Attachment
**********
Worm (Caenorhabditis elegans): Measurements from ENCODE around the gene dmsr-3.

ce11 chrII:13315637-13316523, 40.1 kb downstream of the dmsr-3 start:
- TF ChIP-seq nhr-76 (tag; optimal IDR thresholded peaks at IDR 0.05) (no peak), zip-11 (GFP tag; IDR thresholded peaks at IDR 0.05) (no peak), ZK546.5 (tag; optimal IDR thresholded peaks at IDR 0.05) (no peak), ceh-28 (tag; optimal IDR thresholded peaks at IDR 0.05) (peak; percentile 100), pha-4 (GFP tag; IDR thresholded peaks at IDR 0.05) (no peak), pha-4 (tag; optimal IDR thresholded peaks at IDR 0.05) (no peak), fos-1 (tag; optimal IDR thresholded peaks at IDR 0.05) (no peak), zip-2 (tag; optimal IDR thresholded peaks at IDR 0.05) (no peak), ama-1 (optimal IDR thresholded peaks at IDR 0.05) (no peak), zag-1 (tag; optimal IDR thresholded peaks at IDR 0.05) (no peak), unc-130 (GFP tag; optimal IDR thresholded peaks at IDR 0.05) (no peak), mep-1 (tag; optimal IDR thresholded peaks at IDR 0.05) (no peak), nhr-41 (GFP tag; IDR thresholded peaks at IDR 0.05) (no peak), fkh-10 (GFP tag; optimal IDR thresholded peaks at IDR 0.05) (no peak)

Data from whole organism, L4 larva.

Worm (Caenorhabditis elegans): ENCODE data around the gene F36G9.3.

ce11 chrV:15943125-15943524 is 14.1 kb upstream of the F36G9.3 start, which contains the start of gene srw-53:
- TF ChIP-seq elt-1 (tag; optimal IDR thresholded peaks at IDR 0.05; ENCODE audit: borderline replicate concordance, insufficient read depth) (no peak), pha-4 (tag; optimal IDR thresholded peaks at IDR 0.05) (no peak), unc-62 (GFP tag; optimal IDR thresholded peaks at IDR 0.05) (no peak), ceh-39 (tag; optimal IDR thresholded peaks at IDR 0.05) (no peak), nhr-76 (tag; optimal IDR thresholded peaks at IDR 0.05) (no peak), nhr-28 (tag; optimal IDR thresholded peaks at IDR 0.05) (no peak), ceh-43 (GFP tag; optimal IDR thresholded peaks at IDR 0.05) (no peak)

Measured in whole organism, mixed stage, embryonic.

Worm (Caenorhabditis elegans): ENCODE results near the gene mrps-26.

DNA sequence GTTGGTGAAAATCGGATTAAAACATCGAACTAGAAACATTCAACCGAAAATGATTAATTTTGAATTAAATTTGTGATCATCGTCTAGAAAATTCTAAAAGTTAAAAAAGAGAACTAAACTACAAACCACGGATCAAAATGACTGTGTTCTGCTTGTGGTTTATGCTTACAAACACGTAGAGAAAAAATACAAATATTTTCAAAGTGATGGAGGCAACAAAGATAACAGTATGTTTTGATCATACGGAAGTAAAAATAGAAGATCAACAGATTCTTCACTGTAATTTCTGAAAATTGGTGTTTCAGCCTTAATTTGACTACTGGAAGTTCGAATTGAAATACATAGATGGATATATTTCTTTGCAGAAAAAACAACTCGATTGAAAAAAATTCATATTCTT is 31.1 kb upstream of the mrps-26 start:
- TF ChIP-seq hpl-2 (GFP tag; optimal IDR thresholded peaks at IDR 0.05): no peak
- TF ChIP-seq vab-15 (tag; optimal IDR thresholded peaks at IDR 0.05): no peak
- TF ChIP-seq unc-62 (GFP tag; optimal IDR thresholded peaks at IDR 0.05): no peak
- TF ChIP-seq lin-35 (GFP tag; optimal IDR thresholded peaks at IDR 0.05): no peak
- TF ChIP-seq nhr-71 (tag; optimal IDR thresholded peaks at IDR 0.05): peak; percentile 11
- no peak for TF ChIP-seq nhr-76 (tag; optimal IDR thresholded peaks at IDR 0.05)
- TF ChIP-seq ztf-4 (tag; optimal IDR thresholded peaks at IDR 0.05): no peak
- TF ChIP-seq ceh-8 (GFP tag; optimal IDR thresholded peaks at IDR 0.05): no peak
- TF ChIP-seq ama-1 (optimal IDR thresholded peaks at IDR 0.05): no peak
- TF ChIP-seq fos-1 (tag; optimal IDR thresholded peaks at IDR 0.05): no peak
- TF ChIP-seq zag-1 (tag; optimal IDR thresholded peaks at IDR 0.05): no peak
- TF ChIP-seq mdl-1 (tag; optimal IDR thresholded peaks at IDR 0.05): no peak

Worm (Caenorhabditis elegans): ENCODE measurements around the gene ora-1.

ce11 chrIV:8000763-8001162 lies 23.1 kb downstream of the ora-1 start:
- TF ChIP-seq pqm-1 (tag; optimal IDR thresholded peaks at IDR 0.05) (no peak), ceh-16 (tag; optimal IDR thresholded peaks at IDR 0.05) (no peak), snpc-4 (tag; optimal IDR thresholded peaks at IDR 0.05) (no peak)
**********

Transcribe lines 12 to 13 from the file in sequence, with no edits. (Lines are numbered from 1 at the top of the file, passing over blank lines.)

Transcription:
- TF ChIP-seq vab-15 (tag; optimal IDR thresholded peaks at IDR 0.05): no peak
- TF ChIP-seq unc-62 (GFP tag; optimal IDR thresholded peaks at IDR 0.05): no peak